The Death Awareness Movement: Description, History, and Analysis

Kenneth J Doka. Handbook of Death and Dying. Editor: Clifton D Bryant. Volume 1: The Presence of Death. Thousand Oaks, CA: Sage Reference, 2003.

The term death awareness movement refers to a somewhat amorphous yet interconnected network of individuals, organizations, and groups. This movement includes scholars, advocates, and counselors. It encompasses self-help networks such as the Compassionate Friends and professional associations such as the Association for Death Education and Counseling, the International Work Group on Dying, Death and Bereavement, and the National Hospice and Palliative Care Organization, as well as their members, affiliates, and regional and state counterparts. Most hospices and palliative care units would identify with the death awareness movement, as would many funeral service organizations. Foundations such as the Hospice Foundation of American and the Project on Death in American Society are involved, as are varied institutes and interorganizational committees and task forces. Many large organizations with broad and diffuse memberships and goals may focus some attention on end-of-life issues and on research or education concerning dying and death; for example, the American Psychological Association has a specialized task force on end-of-life issues. A number of scholarly journals (such as Omega; Death Studies; Loss, Grief and Care; and Mortality) as well as newsletters (such as Journeys, Thanatos, and The Forum) focus exclusively on issues of dying, death, and loss. Groups and individuals involved in the death awareness movement host teleconferences, symposia, conferences, training sessions, and workshops; they also publish a plethora of literature annually that is aimed at audiences ranging from children to adults and that ranges in subject matter and style from inspirational to self-help to serious clinical and scholarly work. The individuals and groups involved in this amorphous and far-reaching network—in reality a social movement—share a common focus (although not necessarily common goals, models, or methods); that focus is dying, death, and bereavement.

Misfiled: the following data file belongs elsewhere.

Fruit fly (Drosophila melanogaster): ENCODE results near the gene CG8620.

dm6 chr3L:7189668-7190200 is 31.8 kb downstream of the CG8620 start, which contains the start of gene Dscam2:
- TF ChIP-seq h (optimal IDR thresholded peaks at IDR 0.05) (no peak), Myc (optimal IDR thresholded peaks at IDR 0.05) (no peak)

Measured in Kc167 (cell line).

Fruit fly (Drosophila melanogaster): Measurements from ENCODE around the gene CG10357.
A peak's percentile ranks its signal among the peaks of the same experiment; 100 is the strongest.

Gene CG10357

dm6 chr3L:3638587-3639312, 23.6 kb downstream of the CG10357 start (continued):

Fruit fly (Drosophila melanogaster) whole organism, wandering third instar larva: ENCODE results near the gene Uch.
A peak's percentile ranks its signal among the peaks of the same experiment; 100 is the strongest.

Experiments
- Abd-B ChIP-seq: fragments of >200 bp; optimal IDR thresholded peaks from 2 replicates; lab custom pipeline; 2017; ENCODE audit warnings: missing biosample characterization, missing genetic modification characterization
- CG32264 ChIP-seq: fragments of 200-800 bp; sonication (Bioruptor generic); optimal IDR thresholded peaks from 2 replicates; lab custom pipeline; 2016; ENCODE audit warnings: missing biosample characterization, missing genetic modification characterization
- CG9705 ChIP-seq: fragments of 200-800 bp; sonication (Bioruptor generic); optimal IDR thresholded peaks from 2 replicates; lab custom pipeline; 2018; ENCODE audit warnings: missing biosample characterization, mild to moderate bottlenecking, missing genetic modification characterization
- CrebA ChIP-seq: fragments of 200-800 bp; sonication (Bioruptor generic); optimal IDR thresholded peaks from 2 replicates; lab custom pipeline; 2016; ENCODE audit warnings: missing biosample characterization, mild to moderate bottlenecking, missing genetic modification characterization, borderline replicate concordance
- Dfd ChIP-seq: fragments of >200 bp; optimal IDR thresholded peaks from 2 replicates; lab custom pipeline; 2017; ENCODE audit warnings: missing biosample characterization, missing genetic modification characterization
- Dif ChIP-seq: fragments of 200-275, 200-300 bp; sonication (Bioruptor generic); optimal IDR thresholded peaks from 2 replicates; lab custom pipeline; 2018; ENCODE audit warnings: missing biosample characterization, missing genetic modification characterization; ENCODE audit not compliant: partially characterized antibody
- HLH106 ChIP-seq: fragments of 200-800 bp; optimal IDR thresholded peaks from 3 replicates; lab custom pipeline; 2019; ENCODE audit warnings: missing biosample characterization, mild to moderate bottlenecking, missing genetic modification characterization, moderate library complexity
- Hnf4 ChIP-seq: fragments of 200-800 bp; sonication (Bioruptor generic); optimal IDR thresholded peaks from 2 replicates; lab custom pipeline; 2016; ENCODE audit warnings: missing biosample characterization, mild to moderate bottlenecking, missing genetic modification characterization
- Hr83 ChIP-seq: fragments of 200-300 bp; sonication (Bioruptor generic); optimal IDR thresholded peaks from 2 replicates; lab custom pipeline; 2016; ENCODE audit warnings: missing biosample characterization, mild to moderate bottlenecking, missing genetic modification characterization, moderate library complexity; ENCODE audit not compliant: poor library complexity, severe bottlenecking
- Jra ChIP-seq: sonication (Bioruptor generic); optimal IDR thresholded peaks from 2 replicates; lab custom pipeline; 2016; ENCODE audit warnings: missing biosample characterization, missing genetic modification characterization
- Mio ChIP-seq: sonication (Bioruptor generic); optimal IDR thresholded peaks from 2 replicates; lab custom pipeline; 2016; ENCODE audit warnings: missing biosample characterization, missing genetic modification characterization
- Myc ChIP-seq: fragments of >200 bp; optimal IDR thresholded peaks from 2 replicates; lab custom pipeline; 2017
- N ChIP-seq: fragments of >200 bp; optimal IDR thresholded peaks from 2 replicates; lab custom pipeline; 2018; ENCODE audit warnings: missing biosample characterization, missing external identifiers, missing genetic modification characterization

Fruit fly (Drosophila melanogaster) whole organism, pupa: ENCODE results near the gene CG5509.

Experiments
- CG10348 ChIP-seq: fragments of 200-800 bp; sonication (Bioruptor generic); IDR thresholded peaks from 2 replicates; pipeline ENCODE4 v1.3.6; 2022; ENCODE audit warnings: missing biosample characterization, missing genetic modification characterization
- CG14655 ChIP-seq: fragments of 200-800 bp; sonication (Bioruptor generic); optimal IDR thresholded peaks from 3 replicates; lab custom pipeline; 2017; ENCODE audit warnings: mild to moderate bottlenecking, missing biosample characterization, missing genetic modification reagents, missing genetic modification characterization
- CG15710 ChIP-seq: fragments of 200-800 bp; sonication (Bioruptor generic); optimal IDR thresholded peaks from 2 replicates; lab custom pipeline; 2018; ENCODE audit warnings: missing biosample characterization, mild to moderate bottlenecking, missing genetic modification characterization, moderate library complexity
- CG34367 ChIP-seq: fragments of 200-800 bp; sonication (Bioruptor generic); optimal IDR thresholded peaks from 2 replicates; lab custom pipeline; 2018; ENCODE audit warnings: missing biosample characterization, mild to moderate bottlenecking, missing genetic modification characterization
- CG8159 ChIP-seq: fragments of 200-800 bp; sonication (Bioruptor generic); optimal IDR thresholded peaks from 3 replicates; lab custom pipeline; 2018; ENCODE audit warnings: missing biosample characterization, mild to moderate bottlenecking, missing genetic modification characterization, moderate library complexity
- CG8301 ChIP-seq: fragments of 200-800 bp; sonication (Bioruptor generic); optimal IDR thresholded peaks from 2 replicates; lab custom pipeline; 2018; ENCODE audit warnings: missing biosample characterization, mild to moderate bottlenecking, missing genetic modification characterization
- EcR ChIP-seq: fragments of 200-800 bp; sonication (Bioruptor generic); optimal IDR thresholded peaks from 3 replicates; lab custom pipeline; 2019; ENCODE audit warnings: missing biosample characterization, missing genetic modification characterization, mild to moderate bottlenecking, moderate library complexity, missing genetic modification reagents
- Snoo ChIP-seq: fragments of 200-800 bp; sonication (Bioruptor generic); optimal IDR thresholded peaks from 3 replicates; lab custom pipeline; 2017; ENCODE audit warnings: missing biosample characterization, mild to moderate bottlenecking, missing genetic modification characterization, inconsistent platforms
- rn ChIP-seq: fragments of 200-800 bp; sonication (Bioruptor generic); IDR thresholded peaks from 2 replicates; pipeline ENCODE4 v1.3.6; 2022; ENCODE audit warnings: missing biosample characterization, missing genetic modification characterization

As a social movement, the death awareness movement had considerable success in the last half of the 20th century. From a small gathering of scholars at a 1956 professional meeting, thousands of college-level courses on the topics of death and dying are now offered. In the early 1970s, one hospice opened in Branford, Connecticut, outside of New Haven. Now more than 3,000 hospices serve almost every community in the United States. In this chapter, I explore and recount the history and trace the development of the death awareness movement. I also consider a more significant issue: Why in the past half century has there been such interest in dying, death, and bereavement?

Brief History of the Academic Study of Death

The death awareness movement has amorphous and numerous roots, but it is perhaps best to begin here with a review of the emergence of death as a field of academic study. Much of the work done in this field has been a theoretical basis for, an inspiration to, and a reflection of the movement’s organizational efforts.

Although some very early literature, including religious, philosophical, and social science writings, considers the problem of death, death studies as an area of academic interest advanced considerably with the publication of Freud’s 1917 essay on mourning and melancholia. Freud’s scope in the essay is broad—his concern is to distinguish between melancholia, or depression, and normal expressions of grief. This work, in which Freud defines the central task of mourning as the individual’s relinquishment of emotional energy and the deceased, has long influenced conceptions of the mourning process. However, Freud’s concept of the central task of mourning as learning to detach emotionally has been challenged recently by work that affirms the many healthy ways in which bonds between survivors and the deceased can continue (see, e.g., Doka 1989; Attig 1987; Klass, Silverman, and Nickman 1996).

Throughout the period between Freud’s essay on mourning and the pioneering work of the mid-1950s, a number of scholars did some excellent exploratory work on death and dying (for a complete sociohistorical account, see Pine 1977). Two of these should be noted in particular. Lindemann (1944) conducted research on the survivors of Boston’s Cocoanut Grove nightclub fire of 1942, which claimed more than 490 lives, as well as other groups of mourners and published the first clinical findings on acute grief. His conclusions that grief is a normal reaction to loss and a clearly identifiable syndrome with cognitive, physical, behavioral, spiritual, and affective manifestations set the tone for subsequent research on grief. In 1955, the British anthropologist Geoffrey Gorer published an essay titled “The Pornography of Death” ([1955] 1965). In that essay, Gorer became one of the first to suggest and analyze the reasons for modern society’s tendency to ignore or deny death.

Pine (1977) characterizes the next period, 1958-67, as a decade of development. During this time, a number of influential works were published in a variety of fields, including medicine, nursing, philosophy, sociology, psychology, pastoral care, social commentary, funeral service, and theology. This was significant in that it firmly established the multidisciplinary nature of death studies. In a chapter of this size and mandate, I cannot do complete justice to the wide range of research published during this decade, but I want to mention here a few authors whose works are especially worthy of note, either because of their continued significance or because of their great heuristic value.